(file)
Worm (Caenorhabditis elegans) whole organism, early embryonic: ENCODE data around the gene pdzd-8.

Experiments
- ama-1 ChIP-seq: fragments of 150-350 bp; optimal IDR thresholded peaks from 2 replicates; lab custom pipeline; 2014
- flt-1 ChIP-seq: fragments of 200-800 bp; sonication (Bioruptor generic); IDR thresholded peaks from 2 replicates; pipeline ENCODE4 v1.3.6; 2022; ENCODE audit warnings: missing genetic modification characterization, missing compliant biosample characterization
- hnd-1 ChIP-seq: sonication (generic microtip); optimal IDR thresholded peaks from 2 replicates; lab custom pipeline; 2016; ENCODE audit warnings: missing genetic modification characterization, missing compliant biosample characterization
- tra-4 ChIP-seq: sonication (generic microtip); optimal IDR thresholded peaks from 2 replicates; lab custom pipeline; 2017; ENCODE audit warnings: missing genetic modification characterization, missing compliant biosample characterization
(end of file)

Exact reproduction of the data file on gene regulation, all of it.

Worm (Caenorhabditis elegans) whole organism, early embryonic: ENCODE data around the gene pdzd-8.

Experiments
- ama-1 ChIP-seq: fragments of 150-350 bp; optimal IDR thresholded peaks from 2 replicates; lab custom pipeline; 2014
- flt-1 ChIP-seq: fragments of 200-800 bp; sonication (Bioruptor generic); IDR thresholded peaks from 2 replicates; pipeline ENCODE4 v1.3.6; 2022; ENCODE audit warnings: missing genetic modification characterization, missing compliant biosample characterization
- hnd-1 ChIP-seq: sonication (generic microtip); optimal IDR thresholded peaks from 2 replicates; lab custom pipeline; 2016; ENCODE audit warnings: missing genetic modification characterization, missing compliant biosample characterization
- tra-4 ChIP-seq: sonication (generic microtip); optimal IDR thresholded peaks from 2 replicates; lab custom pipeline; 2017; ENCODE audit warnings: missing genetic modification characterization, missing compliant biosample characterization